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An ITS-Based Phylogenetic Analysis of the Perennial, Endemic Apiaceae Subfamily Apioideae of Western North America

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Phylogenetic analyses of 159 DNA sequences from the nuclear rDNA internal transcribed spacer region were conducted to evaluate the monophyly of the herbaceous, perennial genera of Apiaceae subfamily Apioideae endemic to North America (north of Mexico) and to determine the relationships of those elements that currently comprise Cymopterus within the group. The results of a previous phylogenetic study were equivocal in suggesting monophyly for these perennial, endemic taxa and revealed Cymopterus to be polyphyletic, with its species closely linked with those of Aletes, Lomatium, Musineon, Oreoxis, Orogenia, Podistera, Pseudocymopterus, Pteryxia, and Tauschia. Herein, we expand sampling to include comprehensive representation of Aletes, Cymopterus, Musineon, Oreoxis, Orogenia, Podistera, Pseudocymopterus, and Pteryxia, and greater representation of Lomatium and Tauschia. We also include all members of two genera not examined previously, Glehnia and Oreonana, as well as additional outgroup genera from the Angelica clade of the apioid superclade. Our results indicate that the perennial, endemic apioid umbellifers of North America constitute a (weakly supported) monophyletic group, with Angelica and the meso-American Arracacia clade comprising two of several possible sister groups. The two subspecies of Glehnia littoralis ally with Angelica and Peucedanum japonicum; Oreonana shows affinity with several species of Cymopterus and Lomatium. The lack of resolution in the ITS trees precludes unambiguous hypotheses of relationship among these perennial, endemic umbellifers but does show that many of these genera, where resolved, are not monophyletic. Indeed, Cymopterus and Lomatium are highly polyphyletic and permeate all major clades resolved in the molecule-derived trees. Evidence from branch lengths and low sequence divergence suggests that this group of North American umbellifers underwent rapid radiation, likely during the geoclimatic events of the Late Tertiary and Quaternary.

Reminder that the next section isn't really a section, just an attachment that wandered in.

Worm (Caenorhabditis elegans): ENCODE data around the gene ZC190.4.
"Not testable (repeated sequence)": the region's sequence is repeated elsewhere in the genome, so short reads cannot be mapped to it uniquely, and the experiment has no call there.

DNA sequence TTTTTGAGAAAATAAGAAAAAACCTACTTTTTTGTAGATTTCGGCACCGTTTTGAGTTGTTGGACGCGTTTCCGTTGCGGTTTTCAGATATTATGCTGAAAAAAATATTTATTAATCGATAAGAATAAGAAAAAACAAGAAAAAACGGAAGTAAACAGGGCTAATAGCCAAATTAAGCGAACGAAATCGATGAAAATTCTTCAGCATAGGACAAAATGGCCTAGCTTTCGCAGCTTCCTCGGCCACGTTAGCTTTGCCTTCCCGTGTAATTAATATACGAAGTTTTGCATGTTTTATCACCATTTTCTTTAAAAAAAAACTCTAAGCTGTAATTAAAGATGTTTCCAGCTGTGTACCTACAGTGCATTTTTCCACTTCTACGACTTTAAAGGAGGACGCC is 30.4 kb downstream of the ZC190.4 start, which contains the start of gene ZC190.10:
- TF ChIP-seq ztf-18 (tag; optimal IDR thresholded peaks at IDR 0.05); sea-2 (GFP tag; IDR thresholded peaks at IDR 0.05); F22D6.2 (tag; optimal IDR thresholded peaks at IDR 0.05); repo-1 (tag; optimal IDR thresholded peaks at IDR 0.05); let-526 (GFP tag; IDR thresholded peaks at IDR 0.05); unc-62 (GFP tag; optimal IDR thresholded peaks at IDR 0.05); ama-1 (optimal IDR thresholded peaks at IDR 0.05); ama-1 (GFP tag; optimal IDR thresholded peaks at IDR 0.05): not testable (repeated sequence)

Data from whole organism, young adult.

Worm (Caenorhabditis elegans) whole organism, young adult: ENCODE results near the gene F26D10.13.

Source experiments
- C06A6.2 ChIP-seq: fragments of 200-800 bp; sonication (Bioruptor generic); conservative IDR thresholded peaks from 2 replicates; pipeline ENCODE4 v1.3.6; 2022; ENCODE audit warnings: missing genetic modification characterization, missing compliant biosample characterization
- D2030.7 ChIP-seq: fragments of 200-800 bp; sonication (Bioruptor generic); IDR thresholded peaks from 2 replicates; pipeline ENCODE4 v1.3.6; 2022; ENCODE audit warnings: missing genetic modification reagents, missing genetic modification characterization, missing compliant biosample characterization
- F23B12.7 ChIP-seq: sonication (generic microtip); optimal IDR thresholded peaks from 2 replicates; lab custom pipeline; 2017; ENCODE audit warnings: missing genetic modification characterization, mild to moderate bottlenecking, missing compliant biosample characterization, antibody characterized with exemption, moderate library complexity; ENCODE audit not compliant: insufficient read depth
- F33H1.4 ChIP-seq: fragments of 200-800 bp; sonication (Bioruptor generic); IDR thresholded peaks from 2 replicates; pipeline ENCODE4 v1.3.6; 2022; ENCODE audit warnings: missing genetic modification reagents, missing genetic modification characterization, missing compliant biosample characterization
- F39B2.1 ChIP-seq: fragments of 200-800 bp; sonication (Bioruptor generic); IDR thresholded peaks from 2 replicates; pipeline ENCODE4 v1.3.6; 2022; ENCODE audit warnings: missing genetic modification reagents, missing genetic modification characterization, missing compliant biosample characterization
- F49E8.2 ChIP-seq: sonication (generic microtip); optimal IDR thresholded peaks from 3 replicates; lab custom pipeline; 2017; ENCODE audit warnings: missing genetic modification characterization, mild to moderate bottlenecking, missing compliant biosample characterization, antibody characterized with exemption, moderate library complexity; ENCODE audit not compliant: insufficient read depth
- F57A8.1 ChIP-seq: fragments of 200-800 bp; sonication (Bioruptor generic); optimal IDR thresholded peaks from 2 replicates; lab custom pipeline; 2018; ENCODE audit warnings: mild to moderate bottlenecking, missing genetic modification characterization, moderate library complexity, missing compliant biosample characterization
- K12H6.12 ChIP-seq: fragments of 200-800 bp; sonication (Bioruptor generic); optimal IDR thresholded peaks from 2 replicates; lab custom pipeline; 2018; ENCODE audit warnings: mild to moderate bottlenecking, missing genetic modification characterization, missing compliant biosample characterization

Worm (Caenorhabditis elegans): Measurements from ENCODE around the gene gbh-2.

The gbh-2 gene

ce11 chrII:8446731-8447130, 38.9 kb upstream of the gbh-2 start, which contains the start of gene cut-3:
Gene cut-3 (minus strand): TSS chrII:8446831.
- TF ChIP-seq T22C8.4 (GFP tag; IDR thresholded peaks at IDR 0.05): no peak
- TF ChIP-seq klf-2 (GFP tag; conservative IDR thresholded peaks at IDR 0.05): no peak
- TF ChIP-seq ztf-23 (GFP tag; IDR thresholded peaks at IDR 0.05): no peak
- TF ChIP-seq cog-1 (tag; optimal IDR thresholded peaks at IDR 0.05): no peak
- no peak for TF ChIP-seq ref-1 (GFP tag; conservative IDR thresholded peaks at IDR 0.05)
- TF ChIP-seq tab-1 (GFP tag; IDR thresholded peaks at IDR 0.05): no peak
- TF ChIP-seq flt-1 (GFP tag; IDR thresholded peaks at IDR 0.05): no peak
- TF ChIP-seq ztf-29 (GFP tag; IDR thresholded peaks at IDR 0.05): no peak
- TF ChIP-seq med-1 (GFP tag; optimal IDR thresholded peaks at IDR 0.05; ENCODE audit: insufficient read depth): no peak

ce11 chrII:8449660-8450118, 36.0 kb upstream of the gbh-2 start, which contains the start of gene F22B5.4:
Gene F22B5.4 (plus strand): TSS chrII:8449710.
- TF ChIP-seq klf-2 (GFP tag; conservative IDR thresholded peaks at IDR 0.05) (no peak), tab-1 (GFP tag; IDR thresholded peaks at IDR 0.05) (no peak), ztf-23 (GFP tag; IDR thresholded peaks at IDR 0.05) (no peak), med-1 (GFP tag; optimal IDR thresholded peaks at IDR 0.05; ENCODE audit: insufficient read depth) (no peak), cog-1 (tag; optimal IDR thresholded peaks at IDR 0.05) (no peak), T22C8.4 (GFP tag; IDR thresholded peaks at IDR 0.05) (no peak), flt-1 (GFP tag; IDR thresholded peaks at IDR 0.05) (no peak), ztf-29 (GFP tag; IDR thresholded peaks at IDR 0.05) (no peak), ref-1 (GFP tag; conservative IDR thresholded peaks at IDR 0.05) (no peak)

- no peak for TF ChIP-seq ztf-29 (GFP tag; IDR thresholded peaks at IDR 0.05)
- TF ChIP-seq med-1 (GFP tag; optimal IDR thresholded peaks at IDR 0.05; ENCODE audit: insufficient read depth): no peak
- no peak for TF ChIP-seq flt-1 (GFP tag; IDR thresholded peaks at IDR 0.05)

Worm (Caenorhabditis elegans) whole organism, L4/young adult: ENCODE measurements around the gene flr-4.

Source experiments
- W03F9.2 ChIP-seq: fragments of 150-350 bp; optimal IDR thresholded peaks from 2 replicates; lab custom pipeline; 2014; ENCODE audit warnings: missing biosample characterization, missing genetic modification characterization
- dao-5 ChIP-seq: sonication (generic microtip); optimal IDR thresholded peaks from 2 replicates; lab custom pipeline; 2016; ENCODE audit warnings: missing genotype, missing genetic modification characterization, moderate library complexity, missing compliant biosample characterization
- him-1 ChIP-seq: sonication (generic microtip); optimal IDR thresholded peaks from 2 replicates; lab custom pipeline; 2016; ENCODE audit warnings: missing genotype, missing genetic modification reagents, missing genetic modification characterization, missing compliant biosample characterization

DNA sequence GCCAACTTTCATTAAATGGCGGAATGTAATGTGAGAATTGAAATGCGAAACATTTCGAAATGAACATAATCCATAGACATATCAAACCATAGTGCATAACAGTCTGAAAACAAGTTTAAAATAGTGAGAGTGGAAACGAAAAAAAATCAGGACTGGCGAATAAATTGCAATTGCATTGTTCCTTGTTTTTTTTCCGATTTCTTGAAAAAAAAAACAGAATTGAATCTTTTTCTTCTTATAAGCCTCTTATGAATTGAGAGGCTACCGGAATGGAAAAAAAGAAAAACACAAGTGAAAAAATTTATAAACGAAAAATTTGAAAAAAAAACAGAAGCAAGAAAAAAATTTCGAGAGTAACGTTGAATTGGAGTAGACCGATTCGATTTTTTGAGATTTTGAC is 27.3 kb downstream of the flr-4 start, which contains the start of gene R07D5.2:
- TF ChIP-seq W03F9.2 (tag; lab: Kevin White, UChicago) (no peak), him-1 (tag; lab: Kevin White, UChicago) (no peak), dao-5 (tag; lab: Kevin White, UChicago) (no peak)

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Document Type: Research Article

Publication date: 01 April 2004

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